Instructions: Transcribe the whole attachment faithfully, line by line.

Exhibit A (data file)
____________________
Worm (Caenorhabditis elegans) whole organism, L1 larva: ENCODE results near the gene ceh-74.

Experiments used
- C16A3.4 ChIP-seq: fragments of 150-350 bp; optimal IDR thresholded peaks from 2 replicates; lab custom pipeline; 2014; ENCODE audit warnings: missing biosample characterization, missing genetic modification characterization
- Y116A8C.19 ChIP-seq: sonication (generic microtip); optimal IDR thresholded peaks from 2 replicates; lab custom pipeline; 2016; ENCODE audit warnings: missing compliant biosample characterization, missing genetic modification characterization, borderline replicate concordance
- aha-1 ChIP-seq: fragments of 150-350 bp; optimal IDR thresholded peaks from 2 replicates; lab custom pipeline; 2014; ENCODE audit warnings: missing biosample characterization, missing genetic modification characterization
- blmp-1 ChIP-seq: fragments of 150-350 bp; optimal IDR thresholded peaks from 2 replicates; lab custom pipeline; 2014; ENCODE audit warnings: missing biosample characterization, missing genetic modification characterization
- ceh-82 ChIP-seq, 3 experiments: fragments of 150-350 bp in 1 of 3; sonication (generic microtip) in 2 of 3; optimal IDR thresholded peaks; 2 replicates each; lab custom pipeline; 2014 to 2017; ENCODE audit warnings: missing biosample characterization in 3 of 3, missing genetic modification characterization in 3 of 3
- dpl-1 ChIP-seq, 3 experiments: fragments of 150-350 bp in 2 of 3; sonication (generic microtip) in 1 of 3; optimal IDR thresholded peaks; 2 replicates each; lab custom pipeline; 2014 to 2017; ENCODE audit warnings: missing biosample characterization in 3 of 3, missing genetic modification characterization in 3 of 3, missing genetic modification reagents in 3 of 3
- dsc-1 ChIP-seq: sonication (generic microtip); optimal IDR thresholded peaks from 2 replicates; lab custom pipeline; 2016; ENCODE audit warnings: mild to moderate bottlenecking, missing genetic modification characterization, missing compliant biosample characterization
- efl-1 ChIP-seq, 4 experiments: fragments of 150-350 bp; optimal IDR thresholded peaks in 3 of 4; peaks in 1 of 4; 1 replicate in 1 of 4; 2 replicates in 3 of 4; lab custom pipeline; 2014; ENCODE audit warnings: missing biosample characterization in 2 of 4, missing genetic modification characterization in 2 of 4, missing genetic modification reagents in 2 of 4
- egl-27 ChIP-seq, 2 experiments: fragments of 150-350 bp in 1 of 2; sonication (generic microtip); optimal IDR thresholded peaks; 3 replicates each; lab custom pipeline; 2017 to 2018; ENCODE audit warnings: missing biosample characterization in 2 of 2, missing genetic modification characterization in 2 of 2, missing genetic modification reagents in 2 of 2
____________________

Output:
Worm (Caenorhabditis elegans) whole organism, L1 larva: ENCODE results near the gene ceh-74.

Experiments used
- C16A3.4 ChIP-seq: fragments of 150-350 bp; optimal IDR thresholded peaks from 2 replicates; lab custom pipeline; 2014; ENCODE audit warnings: missing biosample characterization, missing genetic modification characterization
- Y116A8C.19 ChIP-seq: sonication (generic microtip); optimal IDR thresholded peaks from 2 replicates; lab custom pipeline; 2016; ENCODE audit warnings: missing compliant biosample characterization, missing genetic modification characterization, borderline replicate concordance
- aha-1 ChIP-seq: fragments of 150-350 bp; optimal IDR thresholded peaks from 2 replicates; lab custom pipeline; 2014; ENCODE audit warnings: missing biosample characterization, missing genetic modification characterization
- blmp-1 ChIP-seq: fragments of 150-350 bp; optimal IDR thresholded peaks from 2 replicates; lab custom pipeline; 2014; ENCODE audit warnings: missing biosample characterization, missing genetic modification characterization
- ceh-82 ChIP-seq, 3 experiments: fragments of 150-350 bp in 1 of 3; sonication (generic microtip) in 2 of 3; optimal IDR thresholded peaks; 2 replicates each; lab custom pipeline; 2014 to 2017; ENCODE audit warnings: missing biosample characterization in 3 of 3, missing genetic modification characterization in 3 of 3
- dpl-1 ChIP-seq, 3 experiments: fragments of 150-350 bp in 2 of 3; sonication (generic microtip) in 1 of 3; optimal IDR thresholded peaks; 2 replicates each; lab custom pipeline; 2014 to 2017; ENCODE audit warnings: missing biosample characterization in 3 of 3, missing genetic modification characterization in 3 of 3, missing genetic modification reagents in 3 of 3
- dsc-1 ChIP-seq: sonication (generic microtip); optimal IDR thresholded peaks from 2 replicates; lab custom pipeline; 2016; ENCODE audit warnings: mild to moderate bottlenecking, missing genetic modification characterization, missing compliant biosample characterization
- efl-1 ChIP-seq, 4 experiments: fragments of 150-350 bp; optimal IDR thresholded peaks in 3 of 4; peaks in 1 of 4; 1 replicate in 1 of 4; 2 replicates in 3 of 4; lab custom pipeline; 2014; ENCODE audit warnings: missing biosample characterization in 2 of 4, missing genetic modification characterization in 2 of 4, missing genetic modification reagents in 2 of 4
- egl-27 ChIP-seq, 2 experiments: fragments of 150-350 bp in 1 of 2; sonication (generic microtip); optimal IDR thresholded peaks; 3 replicates each; lab custom pipeline; 2017 to 2018; ENCODE audit warnings: missing biosample characterization in 2 of 2, missing genetic modification characterization in 2 of 2, missing genetic modification reagents in 2 of 2